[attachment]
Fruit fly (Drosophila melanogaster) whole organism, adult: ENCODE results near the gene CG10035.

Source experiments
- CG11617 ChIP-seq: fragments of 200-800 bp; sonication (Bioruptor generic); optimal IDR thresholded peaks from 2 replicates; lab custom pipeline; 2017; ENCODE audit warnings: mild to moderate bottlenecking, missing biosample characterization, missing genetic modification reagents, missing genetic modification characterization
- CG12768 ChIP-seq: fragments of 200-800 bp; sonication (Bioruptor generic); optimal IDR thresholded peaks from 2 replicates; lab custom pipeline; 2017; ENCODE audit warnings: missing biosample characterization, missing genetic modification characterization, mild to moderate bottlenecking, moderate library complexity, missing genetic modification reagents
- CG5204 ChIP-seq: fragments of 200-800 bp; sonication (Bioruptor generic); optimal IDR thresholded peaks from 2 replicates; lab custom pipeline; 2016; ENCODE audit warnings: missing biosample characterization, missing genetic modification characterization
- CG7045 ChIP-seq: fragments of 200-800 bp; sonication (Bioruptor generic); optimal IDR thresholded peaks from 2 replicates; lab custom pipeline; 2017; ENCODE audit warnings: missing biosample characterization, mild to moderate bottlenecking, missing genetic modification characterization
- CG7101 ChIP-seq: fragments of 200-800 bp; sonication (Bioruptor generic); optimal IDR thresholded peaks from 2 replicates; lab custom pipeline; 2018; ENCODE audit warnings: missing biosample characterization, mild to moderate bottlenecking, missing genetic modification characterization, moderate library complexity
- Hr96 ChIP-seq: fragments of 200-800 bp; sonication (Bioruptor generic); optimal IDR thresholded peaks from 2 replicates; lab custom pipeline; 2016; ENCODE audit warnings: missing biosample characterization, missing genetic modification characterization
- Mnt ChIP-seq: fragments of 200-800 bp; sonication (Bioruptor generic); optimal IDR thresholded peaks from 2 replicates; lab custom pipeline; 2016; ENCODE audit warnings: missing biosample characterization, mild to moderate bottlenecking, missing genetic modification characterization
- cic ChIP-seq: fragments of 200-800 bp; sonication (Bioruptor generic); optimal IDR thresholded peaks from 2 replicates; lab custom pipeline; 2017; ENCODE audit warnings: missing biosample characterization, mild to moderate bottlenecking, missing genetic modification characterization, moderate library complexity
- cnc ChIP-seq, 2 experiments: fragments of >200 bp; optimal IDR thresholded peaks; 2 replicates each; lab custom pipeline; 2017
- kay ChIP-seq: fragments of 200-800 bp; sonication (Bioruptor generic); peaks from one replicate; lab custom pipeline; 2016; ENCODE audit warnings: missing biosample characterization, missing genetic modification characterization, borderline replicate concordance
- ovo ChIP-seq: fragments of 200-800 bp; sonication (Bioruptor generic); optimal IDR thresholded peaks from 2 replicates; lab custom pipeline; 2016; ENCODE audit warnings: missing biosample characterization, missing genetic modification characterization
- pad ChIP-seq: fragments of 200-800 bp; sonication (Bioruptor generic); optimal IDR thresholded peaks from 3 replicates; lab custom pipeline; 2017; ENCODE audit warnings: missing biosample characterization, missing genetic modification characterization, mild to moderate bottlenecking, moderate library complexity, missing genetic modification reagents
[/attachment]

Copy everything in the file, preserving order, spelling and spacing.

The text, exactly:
Fruit fly (Drosophila melanogaster) whole organism, adult: ENCODE results near the gene CG10035.

Source experiments
- CG11617 ChIP-seq: fragments of 200-800 bp; sonication (Bioruptor generic); optimal IDR thresholded peaks from 2 replicates; lab custom pipeline; 2017; ENCODE audit warnings: mild to moderate bottlenecking, missing biosample characterization, missing genetic modification reagents, missing genetic modification characterization
- CG12768 ChIP-seq: fragments of 200-800 bp; sonication (Bioruptor generic); optimal IDR thresholded peaks from 2 replicates; lab custom pipeline; 2017; ENCODE audit warnings: missing biosample characterization, missing genetic modification characterization, mild to moderate bottlenecking, moderate library complexity, missing genetic modification reagents
- CG5204 ChIP-seq: fragments of 200-800 bp; sonication (Bioruptor generic); optimal IDR thresholded peaks from 2 replicates; lab custom pipeline; 2016; ENCODE audit warnings: missing biosample characterization, missing genetic modification characterization
- CG7045 ChIP-seq: fragments of 200-800 bp; sonication (Bioruptor generic); optimal IDR thresholded peaks from 2 replicates; lab custom pipeline; 2017; ENCODE audit warnings: missing biosample characterization, mild to moderate bottlenecking, missing genetic modification characterization
- CG7101 ChIP-seq: fragments of 200-800 bp; sonication (Bioruptor generic); optimal IDR thresholded peaks from 2 replicates; lab custom pipeline; 2018; ENCODE audit warnings: missing biosample characterization, mild to moderate bottlenecking, missing genetic modification characterization, moderate library complexity
- Hr96 ChIP-seq: fragments of 200-800 bp; sonication (Bioruptor generic); optimal IDR thresholded peaks from 2 replicates; lab custom pipeline; 2016; ENCODE audit warnings: missing biosample characterization, missing genetic modification characterization
- Mnt ChIP-seq: fragments of 200-800 bp; sonication (Bioruptor generic); optimal IDR thresholded peaks from 2 replicates; lab custom pipeline; 2016; ENCODE audit warnings: missing biosample characterization, mild to moderate bottlenecking, missing genetic modification characterization
- cic ChIP-seq: fragments of 200-800 bp; sonication (Bioruptor generic); optimal IDR thresholded peaks from 2 replicates; lab custom pipeline; 2017; ENCODE audit warnings: missing biosample characterization, mild to moderate bottlenecking, missing genetic modification characterization, moderate library complexity
- cnc ChIP-seq, 2 experiments: fragments of >200 bp; optimal IDR thresholded peaks; 2 replicates each; lab custom pipeline; 2017
- kay ChIP-seq: fragments of 200-800 bp; sonication (Bioruptor generic); peaks from one replicate; lab custom pipeline; 2016; ENCODE audit warnings: missing biosample characterization, missing genetic modification characterization, borderline replicate concordance
- ovo ChIP-seq: fragments of 200-800 bp; sonication (Bioruptor generic); optimal IDR thresholded peaks from 2 replicates; lab custom pipeline; 2016; ENCODE audit warnings: missing biosample characterization, missing genetic modification characterization
- pad ChIP-seq: fragments of 200-800 bp; sonication (Bioruptor generic); optimal IDR thresholded peaks from 3 replicates; lab custom pipeline; 2017; ENCODE audit warnings: missing biosample characterization, missing genetic modification characterization, mild to moderate bottlenecking, moderate library complexity, missing genetic modification reagents